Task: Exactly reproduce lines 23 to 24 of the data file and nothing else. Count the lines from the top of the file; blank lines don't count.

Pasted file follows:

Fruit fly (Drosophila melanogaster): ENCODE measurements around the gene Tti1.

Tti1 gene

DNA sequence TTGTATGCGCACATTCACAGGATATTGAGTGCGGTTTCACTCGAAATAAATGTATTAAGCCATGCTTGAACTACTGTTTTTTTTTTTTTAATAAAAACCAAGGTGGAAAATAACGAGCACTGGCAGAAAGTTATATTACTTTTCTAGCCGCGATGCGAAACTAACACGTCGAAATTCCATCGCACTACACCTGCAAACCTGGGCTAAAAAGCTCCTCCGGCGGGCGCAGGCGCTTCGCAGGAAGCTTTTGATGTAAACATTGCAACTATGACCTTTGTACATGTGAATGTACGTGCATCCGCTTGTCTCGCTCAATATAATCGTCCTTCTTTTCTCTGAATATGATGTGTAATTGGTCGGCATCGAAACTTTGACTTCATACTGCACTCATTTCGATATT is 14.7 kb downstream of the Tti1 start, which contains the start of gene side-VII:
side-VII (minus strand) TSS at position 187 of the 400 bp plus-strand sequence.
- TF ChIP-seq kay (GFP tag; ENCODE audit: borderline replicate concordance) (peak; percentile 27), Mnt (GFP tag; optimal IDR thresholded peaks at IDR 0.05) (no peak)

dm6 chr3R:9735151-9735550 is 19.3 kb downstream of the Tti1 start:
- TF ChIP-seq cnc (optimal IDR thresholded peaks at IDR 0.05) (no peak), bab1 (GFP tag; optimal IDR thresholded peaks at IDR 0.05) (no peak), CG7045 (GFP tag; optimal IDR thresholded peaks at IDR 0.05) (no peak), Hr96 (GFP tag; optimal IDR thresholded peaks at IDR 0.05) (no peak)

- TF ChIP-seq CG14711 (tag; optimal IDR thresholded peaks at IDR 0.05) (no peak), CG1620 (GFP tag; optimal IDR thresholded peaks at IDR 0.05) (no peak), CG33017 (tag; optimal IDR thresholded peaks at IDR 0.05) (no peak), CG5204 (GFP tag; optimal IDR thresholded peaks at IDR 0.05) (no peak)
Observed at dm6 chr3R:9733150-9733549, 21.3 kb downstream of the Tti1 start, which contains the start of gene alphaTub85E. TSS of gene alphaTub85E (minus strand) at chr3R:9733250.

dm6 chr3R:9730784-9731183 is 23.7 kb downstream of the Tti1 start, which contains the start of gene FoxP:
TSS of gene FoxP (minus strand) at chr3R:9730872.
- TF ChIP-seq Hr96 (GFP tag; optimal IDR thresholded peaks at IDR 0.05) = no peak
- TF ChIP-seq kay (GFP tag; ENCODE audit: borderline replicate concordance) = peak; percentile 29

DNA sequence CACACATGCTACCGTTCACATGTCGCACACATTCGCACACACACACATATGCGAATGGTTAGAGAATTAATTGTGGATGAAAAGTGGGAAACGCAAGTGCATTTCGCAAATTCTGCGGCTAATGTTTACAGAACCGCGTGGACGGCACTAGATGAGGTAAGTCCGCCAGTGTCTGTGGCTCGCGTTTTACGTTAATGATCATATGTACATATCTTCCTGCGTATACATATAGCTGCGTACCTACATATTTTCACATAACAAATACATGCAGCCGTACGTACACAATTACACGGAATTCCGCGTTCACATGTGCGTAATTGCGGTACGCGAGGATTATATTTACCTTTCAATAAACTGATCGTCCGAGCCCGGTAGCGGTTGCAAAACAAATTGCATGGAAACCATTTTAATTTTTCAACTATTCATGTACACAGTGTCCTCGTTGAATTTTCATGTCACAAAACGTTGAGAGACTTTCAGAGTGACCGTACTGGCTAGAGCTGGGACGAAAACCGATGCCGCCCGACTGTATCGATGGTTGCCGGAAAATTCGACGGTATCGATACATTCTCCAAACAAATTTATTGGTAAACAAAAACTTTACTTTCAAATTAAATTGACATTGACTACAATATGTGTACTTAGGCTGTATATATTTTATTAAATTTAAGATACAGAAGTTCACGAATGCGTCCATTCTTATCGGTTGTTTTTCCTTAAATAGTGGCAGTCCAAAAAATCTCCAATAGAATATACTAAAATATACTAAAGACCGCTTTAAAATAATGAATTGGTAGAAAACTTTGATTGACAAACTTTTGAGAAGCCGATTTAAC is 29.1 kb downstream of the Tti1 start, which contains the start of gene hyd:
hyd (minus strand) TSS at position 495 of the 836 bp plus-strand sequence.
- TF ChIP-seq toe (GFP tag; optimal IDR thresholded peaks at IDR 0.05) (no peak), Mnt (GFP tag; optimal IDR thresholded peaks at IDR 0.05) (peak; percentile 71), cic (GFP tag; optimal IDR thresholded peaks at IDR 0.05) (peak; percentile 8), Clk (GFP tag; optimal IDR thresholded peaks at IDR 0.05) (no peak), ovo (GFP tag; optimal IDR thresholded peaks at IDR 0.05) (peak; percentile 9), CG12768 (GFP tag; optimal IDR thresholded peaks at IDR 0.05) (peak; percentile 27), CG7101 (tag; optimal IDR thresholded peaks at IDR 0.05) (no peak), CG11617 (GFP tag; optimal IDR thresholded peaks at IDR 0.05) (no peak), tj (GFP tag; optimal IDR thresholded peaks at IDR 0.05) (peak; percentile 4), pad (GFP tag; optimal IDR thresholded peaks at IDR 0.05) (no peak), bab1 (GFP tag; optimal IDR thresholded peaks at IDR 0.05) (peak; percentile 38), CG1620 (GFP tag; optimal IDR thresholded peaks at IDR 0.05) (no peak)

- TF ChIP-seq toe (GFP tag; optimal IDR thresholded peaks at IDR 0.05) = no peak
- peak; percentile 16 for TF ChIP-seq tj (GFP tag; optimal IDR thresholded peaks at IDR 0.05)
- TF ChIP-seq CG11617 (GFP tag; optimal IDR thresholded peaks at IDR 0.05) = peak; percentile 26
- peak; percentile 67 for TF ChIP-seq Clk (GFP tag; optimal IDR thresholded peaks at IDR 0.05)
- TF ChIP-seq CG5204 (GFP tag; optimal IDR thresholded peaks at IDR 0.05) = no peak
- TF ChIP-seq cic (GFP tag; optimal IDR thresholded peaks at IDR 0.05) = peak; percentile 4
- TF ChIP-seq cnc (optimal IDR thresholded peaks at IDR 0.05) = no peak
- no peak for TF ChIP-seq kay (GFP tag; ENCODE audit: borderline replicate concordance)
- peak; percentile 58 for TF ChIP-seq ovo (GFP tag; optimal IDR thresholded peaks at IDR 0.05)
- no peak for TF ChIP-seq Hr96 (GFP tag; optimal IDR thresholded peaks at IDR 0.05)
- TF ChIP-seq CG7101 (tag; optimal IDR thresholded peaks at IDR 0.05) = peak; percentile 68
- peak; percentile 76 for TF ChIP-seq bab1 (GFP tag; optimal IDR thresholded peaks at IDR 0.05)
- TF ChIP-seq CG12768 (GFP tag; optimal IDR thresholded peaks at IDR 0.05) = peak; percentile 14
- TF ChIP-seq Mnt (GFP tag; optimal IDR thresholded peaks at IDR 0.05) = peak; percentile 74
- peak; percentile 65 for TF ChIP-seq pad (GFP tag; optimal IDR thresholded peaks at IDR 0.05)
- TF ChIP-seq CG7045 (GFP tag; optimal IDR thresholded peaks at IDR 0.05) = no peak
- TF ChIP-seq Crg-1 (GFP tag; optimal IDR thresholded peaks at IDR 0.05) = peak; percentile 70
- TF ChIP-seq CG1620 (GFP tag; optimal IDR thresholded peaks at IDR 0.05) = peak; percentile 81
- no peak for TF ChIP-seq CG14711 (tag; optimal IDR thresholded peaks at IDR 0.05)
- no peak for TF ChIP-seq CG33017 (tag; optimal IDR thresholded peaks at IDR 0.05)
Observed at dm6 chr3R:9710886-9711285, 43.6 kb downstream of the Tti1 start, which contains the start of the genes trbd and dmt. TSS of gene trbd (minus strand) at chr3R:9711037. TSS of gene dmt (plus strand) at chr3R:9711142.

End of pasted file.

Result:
- TF ChIP-seq cnc (optimal IDR thresholded peaks at IDR 0.05) = no peak
- no peak for TF ChIP-seq kay (GFP tag; ENCODE audit: borderline replicate concordance)